Discovering The Unexpected: Researchers Surprised By First Results From NASA’S Interstellar Boundary Explorer Mission
PALO ALTO, Calif.- Nearly a year ago – on October 19, 2008 – the Interstellar Boundary Explorer (IBEX) – a NASA Small Explorer Mission – was launched into Earth orbit to discover the global interaction between the solar wind and the interstellar medium – the gas, dust and radiation environment between the stars – by measuring the neutral atoms created by that interaction. As our Sun travels through the galaxy, it is encompassed in a giant bubble inflated by a continuous wind from the Sun – the solar wind – and the edges of our solar system are defined by the interaction between this wind and the surrounding interstellar medium.
Today, IBEX investigators unveiled a surprising set of all-sky map of neutral atoms that define that boundary, and is causing scientists to rethink previous concepts. Five papers by the IBEX team, and a related paper by NASA Cassini scientists will be published in a special edition of Science magazine.
The major question at center stage is: How important are the conditions in the interstellar medium that produce the neutral atoms that we see?
“Apparently, the sky map of neutral atoms is organized by the interstellar magnetic field, rather than, as previously theorized, by the outflow of the solar wind. The data we gathered was certainly not anticipated, but we don’t set out on these missions to validate our own hypotheses, but rather to gather facts and test our theories against them,” said Dr. Stephen A. Fuselier of the Lockheed Martin [NYSE: LMT] Space Systems Company Advanced Technology Center (ATC) in Palo Alto, and lead investigator for the IBEX-Lo sensor.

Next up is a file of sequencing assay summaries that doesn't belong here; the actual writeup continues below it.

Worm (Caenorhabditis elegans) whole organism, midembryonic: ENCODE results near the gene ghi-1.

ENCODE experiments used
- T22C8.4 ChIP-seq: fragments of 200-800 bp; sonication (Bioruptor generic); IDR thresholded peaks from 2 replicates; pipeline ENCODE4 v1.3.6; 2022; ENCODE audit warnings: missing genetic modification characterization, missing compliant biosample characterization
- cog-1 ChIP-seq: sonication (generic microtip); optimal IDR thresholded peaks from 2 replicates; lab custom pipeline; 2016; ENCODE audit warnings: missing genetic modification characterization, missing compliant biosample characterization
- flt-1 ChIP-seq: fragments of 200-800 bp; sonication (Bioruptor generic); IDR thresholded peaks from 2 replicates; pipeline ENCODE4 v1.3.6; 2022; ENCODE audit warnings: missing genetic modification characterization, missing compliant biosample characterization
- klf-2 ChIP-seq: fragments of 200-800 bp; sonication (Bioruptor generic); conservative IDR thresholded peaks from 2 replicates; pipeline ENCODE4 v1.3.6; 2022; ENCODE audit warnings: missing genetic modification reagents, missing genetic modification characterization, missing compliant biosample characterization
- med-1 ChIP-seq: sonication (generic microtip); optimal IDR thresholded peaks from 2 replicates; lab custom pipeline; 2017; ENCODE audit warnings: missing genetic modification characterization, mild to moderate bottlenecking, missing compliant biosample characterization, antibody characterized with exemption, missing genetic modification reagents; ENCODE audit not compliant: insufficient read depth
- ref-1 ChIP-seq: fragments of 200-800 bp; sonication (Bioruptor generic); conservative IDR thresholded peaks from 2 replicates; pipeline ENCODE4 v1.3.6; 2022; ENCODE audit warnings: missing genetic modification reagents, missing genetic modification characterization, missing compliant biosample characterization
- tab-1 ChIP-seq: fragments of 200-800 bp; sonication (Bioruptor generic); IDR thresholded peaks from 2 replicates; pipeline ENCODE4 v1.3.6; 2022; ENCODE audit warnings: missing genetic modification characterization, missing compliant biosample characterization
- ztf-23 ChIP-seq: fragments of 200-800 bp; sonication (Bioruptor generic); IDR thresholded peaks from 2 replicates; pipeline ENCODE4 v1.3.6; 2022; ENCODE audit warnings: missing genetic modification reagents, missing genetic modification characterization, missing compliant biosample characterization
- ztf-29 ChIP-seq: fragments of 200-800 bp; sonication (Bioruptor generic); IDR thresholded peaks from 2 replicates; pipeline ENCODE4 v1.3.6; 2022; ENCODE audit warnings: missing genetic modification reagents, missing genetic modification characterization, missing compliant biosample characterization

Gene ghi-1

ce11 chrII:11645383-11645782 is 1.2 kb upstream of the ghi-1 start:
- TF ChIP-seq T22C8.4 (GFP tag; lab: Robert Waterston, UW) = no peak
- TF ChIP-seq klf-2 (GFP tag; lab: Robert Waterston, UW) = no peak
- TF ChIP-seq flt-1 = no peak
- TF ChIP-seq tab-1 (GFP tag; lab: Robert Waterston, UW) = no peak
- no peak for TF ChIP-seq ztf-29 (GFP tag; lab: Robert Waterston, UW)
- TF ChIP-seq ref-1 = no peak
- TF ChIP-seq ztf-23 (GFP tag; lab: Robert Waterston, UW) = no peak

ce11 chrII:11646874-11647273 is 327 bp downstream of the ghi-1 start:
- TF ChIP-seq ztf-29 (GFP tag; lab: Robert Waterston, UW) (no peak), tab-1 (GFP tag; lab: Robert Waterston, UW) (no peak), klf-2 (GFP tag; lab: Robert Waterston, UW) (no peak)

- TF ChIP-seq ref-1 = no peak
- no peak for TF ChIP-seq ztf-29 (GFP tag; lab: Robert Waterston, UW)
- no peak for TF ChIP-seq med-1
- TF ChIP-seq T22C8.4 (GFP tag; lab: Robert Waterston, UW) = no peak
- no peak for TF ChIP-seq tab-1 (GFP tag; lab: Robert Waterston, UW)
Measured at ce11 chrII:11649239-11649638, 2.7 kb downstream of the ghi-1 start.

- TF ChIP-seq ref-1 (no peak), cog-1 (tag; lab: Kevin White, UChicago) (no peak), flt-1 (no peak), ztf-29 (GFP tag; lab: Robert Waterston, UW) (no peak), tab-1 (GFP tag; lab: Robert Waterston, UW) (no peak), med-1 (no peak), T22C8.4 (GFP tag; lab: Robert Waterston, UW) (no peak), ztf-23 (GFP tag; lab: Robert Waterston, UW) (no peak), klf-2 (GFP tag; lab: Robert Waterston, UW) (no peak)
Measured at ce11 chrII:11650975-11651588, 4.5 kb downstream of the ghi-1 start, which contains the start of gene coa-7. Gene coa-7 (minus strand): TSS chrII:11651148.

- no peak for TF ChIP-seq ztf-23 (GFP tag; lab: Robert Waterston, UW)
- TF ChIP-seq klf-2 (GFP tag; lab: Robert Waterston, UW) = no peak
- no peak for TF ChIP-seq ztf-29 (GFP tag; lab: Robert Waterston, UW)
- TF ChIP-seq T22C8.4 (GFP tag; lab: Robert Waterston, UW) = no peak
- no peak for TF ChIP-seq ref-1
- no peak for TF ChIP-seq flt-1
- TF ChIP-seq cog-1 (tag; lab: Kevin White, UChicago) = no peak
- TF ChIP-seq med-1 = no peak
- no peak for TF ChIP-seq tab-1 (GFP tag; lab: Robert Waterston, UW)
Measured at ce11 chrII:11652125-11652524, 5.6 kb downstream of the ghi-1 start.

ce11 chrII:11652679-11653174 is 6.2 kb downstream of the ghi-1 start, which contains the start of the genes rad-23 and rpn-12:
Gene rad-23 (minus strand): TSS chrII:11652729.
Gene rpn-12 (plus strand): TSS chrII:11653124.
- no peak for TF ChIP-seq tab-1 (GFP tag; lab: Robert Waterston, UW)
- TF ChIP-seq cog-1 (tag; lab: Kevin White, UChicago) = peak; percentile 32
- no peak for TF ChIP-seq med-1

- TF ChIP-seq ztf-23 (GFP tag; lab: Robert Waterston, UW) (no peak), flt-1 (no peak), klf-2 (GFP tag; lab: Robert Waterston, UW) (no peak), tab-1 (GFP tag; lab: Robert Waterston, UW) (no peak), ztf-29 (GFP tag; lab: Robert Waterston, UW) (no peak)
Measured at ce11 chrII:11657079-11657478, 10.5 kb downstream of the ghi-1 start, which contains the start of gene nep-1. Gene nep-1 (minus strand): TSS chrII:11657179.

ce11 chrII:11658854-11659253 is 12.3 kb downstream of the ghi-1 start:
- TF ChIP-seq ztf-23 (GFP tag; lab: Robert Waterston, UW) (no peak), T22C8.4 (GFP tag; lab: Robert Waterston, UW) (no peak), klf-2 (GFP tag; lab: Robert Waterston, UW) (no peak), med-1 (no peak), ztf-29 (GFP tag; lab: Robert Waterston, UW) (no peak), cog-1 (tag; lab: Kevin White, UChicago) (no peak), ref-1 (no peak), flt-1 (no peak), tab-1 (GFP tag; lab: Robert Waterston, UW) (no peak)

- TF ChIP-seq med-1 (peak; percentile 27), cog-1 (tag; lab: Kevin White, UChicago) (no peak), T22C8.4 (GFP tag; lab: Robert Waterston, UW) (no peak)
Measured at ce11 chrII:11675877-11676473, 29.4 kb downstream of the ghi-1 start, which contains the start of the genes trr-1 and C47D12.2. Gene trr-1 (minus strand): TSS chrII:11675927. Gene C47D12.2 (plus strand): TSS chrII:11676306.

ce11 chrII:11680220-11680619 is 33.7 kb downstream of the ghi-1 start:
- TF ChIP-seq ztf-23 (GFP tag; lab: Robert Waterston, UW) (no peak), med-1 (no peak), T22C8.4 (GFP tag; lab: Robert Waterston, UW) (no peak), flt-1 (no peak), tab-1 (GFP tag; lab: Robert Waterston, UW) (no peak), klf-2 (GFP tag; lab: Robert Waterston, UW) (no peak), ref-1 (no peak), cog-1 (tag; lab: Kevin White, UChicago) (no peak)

“We designed the mission to have two independent but complementary measurements of the neutral atom flux from the heliosphere,” Fuselier continues. “This type of mission design is critical when we discover something not predicted. Without independent measure of the same phenomena, critics could conclude that the problem is not in the theory, but in the measurement. And when we throw in the fortuitous data taken by the Cassini spacecraft at Saturn, we have three independent observations.”
It is at the interstellar boundaries that roughly 90% of cosmic radiation is deflected away from the inner solar system, so by understanding their properties scientists will be better able to model some of the processes that may have provided an environment favorable for life on this planet.
The IBEX-Lo sensor was built by a team of scientists and engineers at the ATC in Palo Alto, Calif., the University of New Hampshire in Durham, N.H., SwRI, GSFC, Applied Physics Laboratory, and the University of Bern in Switzerland. After integration at the ATC, IBEX-Lo was calibrated at the University of Bern. The other sensor, IBEX-Hi, was built by a team at Los Alamos National Laboratory and SwRI.
IBEX is the latest in NASA’s series of low-cost, rapidly developed Small Explorers space missions. Southwest Research Institute (SwRI) in San Antonio, TX, leads and developed the mission with a team of national and international partners. NASA’s Goddard Space Flight Center (GSFC) in Greenbelt, Md., manages the Explorers Program for NASA’s Science Mission Directorate in Washington.
The Lockheed Martin Advanced Technology Center is the research and development organization of Lockheed Martin Space Systems Company (LMSSC). LMSSC is a major operating unit of Lockheed Martin Corporation that designs, develops, tests, manufactures and operates a full spectrum of advanced-technology systems for national security and military, civil government and commercial customers. Chief products include human space flight systems; a full range of remote sensing, navigation, meteorological and communications satellites and instruments; space observatories and interplanetary spacecraft; laser radar; ballistic missiles; missile defense systems; and nanotechnology research and development.
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